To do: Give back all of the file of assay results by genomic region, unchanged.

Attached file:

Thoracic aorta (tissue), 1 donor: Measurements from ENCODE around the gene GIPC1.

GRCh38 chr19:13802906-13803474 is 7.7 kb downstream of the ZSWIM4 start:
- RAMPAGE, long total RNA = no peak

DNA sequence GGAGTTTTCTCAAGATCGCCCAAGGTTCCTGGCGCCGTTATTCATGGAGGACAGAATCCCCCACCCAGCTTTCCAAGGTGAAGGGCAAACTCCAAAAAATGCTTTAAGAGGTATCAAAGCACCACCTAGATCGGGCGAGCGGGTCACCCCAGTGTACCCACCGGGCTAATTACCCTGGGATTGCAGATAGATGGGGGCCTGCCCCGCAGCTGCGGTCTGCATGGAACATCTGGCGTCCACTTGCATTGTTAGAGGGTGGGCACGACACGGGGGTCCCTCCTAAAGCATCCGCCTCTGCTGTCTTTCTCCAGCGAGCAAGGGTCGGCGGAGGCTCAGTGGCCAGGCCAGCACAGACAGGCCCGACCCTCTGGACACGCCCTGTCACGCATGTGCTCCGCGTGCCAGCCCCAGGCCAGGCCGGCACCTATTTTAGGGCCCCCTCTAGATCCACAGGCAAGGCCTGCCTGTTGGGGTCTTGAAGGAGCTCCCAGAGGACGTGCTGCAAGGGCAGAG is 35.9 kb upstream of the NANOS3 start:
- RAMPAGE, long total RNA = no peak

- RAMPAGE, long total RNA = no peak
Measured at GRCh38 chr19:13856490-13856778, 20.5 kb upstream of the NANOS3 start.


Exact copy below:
Thoracic aorta (tissue), 1 donor: Measurements from ENCODE around the gene GIPC1.

GRCh38 chr19:13802906-13803474 is 7.7 kb downstream of the ZSWIM4 start:
- RAMPAGE, long total RNA = no peak

DNA sequence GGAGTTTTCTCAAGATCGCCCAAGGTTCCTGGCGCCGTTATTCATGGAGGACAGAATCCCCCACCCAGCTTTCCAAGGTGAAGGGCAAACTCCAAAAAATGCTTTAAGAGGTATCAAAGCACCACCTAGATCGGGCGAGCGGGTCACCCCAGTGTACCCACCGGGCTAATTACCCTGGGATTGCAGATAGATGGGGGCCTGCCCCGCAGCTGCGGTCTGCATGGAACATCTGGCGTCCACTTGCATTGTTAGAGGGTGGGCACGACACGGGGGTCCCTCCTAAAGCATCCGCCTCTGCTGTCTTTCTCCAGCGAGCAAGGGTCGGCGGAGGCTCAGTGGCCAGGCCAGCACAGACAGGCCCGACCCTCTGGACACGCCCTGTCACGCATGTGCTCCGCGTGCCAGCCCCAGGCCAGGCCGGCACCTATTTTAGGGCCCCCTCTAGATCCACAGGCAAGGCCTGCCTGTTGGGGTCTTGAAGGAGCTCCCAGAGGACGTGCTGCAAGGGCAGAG is 35.9 kb upstream of the NANOS3 start:
- RAMPAGE, long total RNA = no peak

- RAMPAGE, long total RNA = no peak
Measured at GRCh38 chr19:13856490-13856778, 20.5 kb upstream of the NANOS3 start.